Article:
Looking at Maryland men’s basketball’s tight rotation: Who’s taking the brunt of workload, is it sustainable?

Entering the 2019-20 season, the strength of the Maryland men’s basketball team was undoubtedly its depth. The team lost just one player from last season’s rotation in Bruno Fernando. After having one of the youngest teams in college basketball last season, the freshmen from the 2018 recruiting class had a year’s worth of experience, plus they were tested in the NCAA tournament. Associated Press voters noticed that, combined with another solid recruiting class in 2019, and ranked the Terps No. 7 in the preseason poll.

Entering Sunday’s matchup with No. 25 Ohio State in Columbus, Ohio, seventh-ranked Maryland sits at the top of Big Ten standings, but it hasn’t been because of its depth, but because of its heavy workloads for its top six players. Coach Mark Turgeon has increased minutes for his top six since the departure of Makhi and Makhel Mitchell and especially in the last month.


“I wish we were a little deeper. Hopefully we’ll get deeper as the season goes on,” Turgeon said after Maryland’s 67-60 win at Michigan State on Feb. 15.

The Baltimore Sun gathered numbers on Turgeon’s workload for his six-man rotation, how it has changed over the course of the season, which players’ minutes have been most affected and whether the method can last for a deep run in the NCAA tournament.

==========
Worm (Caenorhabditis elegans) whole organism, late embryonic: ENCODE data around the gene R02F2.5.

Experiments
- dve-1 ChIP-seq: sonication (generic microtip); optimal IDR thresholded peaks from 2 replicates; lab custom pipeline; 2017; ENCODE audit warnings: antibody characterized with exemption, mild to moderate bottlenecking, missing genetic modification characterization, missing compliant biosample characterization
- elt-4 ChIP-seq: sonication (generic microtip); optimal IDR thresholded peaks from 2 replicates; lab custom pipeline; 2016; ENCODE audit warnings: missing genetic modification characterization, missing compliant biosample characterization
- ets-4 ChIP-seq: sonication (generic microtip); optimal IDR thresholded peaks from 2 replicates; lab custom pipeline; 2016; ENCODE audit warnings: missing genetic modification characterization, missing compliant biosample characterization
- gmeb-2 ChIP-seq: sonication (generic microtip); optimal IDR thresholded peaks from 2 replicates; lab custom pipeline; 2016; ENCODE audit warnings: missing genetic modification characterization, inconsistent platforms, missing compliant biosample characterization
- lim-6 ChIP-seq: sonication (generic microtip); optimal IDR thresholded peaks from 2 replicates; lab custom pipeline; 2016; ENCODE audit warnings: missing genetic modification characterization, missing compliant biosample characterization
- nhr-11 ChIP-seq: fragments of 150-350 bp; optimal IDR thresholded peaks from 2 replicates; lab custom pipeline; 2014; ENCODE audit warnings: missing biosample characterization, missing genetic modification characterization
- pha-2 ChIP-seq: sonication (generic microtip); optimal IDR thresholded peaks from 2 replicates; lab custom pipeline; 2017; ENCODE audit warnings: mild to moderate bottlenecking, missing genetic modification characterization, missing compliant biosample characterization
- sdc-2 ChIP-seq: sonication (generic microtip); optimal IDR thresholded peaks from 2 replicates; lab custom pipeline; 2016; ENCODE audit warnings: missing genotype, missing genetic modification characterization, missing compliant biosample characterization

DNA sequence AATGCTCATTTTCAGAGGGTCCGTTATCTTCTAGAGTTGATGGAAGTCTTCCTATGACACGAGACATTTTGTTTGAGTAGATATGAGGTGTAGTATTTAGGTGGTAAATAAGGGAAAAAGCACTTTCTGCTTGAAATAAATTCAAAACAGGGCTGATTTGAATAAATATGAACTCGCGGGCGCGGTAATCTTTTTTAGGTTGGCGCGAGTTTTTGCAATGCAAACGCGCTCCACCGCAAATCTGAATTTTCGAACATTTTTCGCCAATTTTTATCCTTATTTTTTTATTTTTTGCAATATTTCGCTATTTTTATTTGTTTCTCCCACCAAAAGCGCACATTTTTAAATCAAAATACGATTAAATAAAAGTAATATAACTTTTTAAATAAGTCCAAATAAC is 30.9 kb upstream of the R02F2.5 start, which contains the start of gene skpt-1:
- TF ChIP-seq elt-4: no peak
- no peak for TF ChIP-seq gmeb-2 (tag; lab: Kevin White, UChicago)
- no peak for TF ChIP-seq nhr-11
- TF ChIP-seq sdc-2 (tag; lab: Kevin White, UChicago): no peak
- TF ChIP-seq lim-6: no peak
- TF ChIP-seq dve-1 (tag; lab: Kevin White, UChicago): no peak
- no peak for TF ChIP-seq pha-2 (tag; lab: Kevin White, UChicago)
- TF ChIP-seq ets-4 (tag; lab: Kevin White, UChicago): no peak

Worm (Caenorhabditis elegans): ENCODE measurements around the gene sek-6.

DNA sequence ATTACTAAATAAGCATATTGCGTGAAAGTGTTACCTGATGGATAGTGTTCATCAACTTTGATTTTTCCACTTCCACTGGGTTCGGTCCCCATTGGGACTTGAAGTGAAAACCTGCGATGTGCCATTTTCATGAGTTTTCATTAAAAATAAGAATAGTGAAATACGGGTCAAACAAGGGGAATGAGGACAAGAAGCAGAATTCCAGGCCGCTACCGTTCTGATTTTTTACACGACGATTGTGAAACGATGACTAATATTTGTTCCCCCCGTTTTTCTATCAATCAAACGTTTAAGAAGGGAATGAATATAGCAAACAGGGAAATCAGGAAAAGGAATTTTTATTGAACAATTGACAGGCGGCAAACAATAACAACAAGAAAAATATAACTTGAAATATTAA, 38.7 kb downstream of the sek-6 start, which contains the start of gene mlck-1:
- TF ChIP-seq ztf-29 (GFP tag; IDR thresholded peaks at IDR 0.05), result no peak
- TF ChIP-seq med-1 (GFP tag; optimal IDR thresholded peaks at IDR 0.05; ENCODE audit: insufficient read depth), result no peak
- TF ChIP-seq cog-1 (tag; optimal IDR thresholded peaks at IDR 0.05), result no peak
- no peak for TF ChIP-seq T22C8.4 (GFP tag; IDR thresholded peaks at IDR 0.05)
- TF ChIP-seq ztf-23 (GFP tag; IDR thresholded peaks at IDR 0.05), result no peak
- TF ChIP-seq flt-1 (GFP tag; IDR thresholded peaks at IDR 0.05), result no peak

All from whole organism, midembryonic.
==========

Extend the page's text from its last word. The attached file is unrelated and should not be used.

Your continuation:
How has Turgeon used his top 6 over the years?

The top six players in Turgeon’s rotation — Anthony Cowan, Eric Ayala, Darryl Morsell, Donta Scott, Jalen Smith and Aaron Wiggins — have combined to play an average of 177.9 minutes per game since it was announced Dec. 27 that the Mitchell twins would be leaving the program. If Turgeon sustains this workload for his top six, it would mark the highest of any top-six rotation in the last four years.

In the 2016-17 season, the top six players averaged 154.6 combined minutes per game. Minutes across the bench were spread out, with 11 players averaging at least 10 minutes per game. In the 2017-18 season, average combined minutes increased to 173.5, with nine players averaging at least 10 minutes per game. In the 2018-19 season, average combined minutes for the top six dropped to 170 and eight players averaged at least 10 minutes. This season, only the team’s top six players are averaging 10 minutes. The next highest player, Serrel Smith Jr., averages eight minutes but hasn’t logged over eight minutes in the last five games.

How have combined minutes for the top 6 changed this season?

Minutes for the top six players have particularly increased since the departure of the Mitchell twins. Part of that is the timing of the conference slate, which began in early January, about a week after they left the program. With the Big Ten serving as the toughest conference in college basketball, Turgeon has been forced to rely heavily on his best players. In the past month, Turgeon has increased minutes for his top six players to over 185 minutes, while shrinking the use of his bench.

How has the Mitchell twins’ departure affected frontcourt depth?